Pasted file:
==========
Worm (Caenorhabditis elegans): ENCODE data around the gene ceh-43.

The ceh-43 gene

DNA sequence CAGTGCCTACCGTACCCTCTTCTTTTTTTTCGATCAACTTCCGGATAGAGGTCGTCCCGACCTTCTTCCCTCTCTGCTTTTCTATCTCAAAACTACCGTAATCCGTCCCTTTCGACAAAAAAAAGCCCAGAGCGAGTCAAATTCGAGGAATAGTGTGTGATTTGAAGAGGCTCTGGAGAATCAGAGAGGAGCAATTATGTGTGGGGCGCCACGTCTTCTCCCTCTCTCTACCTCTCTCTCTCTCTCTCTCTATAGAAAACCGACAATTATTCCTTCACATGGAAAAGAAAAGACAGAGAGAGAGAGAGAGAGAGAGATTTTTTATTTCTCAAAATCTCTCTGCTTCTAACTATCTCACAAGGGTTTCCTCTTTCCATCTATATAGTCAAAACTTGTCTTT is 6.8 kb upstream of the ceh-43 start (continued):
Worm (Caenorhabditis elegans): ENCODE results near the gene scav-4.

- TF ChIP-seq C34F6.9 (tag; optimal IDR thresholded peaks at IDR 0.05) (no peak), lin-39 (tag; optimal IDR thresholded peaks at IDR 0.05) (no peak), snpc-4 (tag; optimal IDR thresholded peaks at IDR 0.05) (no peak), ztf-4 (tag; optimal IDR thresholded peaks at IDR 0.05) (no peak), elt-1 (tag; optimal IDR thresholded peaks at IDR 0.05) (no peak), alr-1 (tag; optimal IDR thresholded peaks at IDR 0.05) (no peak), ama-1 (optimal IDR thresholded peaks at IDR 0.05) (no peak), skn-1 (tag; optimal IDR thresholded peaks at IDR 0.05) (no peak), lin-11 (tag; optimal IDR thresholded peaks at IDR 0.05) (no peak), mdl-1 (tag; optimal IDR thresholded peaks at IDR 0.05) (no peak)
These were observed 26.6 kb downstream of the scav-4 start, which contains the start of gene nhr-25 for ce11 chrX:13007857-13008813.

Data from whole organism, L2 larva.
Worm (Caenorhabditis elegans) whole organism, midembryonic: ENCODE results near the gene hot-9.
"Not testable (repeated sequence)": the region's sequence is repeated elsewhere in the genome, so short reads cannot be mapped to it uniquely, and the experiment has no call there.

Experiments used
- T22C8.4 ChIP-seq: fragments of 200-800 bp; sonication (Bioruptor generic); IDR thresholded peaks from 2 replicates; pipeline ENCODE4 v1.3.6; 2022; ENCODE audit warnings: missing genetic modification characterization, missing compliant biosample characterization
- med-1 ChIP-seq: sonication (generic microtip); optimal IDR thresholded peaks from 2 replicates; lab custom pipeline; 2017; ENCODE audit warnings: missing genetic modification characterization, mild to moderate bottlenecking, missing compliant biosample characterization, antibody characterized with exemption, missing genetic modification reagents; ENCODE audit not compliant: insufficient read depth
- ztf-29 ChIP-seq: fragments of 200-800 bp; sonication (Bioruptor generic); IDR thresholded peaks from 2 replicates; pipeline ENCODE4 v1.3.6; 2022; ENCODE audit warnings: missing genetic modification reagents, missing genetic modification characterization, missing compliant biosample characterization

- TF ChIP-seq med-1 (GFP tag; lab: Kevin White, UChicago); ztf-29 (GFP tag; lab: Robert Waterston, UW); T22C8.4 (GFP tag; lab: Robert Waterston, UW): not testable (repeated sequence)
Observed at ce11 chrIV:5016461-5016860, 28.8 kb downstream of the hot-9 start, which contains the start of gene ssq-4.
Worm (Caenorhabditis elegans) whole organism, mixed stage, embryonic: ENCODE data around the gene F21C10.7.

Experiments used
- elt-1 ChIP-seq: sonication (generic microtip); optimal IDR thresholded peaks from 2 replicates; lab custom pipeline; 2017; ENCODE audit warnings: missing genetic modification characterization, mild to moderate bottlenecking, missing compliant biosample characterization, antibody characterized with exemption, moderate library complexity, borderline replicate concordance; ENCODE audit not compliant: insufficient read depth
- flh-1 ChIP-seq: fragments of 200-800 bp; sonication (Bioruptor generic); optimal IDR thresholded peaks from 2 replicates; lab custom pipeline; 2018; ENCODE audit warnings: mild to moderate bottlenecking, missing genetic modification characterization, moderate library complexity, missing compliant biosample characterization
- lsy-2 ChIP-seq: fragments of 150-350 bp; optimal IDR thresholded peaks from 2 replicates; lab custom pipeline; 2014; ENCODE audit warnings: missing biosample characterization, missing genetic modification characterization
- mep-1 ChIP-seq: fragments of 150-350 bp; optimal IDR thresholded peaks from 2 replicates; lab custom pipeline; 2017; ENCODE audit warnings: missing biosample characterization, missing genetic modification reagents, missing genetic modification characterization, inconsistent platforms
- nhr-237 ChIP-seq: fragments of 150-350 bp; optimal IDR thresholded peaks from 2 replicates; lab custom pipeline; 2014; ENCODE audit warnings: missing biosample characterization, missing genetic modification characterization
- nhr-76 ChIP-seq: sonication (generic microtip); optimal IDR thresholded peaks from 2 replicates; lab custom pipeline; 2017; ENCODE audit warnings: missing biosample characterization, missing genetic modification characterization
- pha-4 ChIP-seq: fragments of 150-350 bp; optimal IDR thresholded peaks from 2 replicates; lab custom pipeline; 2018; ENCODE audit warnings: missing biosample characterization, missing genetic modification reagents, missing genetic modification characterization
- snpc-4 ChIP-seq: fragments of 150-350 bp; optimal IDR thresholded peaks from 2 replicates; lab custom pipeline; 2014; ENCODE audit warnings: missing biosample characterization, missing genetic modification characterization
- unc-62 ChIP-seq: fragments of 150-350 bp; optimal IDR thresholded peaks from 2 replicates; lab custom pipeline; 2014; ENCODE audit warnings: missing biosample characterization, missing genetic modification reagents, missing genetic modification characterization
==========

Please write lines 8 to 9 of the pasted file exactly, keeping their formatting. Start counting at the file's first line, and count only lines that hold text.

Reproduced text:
Worm (Caenorhabditis elegans) whole organism, midembryonic: ENCODE results near the gene hot-9.
"Not testable (repeated sequence)": the region's sequence is repeated elsewhere in the genome, so short reads cannot be mapped to it uniquely, and the experiment has no call there.